Abstract. The case of Gianni Rodari, an Italian communist children's writer whose books were received by the Soviet public with exceptional favour, proves how relations with western communist parties happened to be instrumental in opening up the Soviet cultural system to the world. Rodari became, in fact, well-known in the Soviet Union before attaining fame in his homeland; from the Sixties on, however, things became to change, and from this point on, it may be argued, children from different sides of the iron curtain were brought up reading the same books. Rodari's works were the expression of the point of view of a western communist – in many cases, more western than communist – and they were published in the USSR with very little interventions by the censor (due, probably, to care of the relations with friendly parties), which made them a space were forbidden names and ideas could appear in print. An analogous mediating role was played by Tamara Lisitzian, a Georgian-born film director, who spent several years in Italy as the wife of the son of one of the Communist Party leaders and, after her return, worked as a translator of Italian films and started her own career with films based on Rodari's works. Although Lisitzian was far from liberal in her views, her children's films, usually very faithful to the literary models, display rare nonconformist qualities that go even further than Rodari's books in their irony, sometimes clearly directed at the Soviet system itself.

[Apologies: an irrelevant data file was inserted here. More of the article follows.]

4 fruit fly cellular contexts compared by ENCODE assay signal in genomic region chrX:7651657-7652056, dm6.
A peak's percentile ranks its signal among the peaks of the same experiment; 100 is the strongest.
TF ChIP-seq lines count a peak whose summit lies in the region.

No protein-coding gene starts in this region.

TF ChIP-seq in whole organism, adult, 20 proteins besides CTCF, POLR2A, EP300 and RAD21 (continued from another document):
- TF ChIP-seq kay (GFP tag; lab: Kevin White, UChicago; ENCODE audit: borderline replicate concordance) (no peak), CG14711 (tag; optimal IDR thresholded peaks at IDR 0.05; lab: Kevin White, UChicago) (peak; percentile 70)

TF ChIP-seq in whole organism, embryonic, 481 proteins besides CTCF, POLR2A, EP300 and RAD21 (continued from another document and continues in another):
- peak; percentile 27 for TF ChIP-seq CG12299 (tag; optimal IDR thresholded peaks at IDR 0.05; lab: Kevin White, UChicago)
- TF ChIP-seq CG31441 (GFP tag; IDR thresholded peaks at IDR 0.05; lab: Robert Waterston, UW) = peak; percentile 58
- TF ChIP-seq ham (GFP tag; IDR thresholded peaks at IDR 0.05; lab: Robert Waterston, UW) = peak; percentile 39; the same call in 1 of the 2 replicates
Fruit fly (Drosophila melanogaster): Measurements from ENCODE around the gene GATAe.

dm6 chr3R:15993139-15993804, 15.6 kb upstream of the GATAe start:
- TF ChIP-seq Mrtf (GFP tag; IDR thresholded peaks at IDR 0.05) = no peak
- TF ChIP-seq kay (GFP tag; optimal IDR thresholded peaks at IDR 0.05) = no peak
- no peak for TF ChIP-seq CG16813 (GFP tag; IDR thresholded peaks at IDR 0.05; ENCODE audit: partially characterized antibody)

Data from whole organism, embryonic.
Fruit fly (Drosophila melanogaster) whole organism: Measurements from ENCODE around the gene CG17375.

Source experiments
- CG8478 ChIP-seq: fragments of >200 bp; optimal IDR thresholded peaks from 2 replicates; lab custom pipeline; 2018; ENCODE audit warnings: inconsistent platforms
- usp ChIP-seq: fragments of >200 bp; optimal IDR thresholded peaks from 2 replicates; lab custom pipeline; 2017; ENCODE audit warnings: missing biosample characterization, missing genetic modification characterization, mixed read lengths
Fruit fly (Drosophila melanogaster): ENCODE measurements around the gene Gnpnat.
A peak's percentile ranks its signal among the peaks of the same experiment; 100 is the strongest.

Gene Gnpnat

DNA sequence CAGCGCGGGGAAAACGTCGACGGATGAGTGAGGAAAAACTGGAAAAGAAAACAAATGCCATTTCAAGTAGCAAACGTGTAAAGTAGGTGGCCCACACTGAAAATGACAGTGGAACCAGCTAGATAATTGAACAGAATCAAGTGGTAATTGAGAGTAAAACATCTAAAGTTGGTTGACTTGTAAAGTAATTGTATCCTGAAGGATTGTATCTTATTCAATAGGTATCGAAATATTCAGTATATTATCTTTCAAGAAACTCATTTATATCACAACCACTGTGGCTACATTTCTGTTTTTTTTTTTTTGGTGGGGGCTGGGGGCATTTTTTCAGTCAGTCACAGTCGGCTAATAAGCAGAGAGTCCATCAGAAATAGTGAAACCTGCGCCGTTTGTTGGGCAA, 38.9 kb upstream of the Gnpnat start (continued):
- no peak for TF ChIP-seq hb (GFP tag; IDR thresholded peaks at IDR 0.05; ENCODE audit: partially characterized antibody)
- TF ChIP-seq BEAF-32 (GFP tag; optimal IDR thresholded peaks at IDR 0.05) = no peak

|Numero di pagine||9|
|Rivista||VALAHIAN JOURNAL OF HISTORICAL STUDIES|
|Stato di pubblicazione||Published - 2013|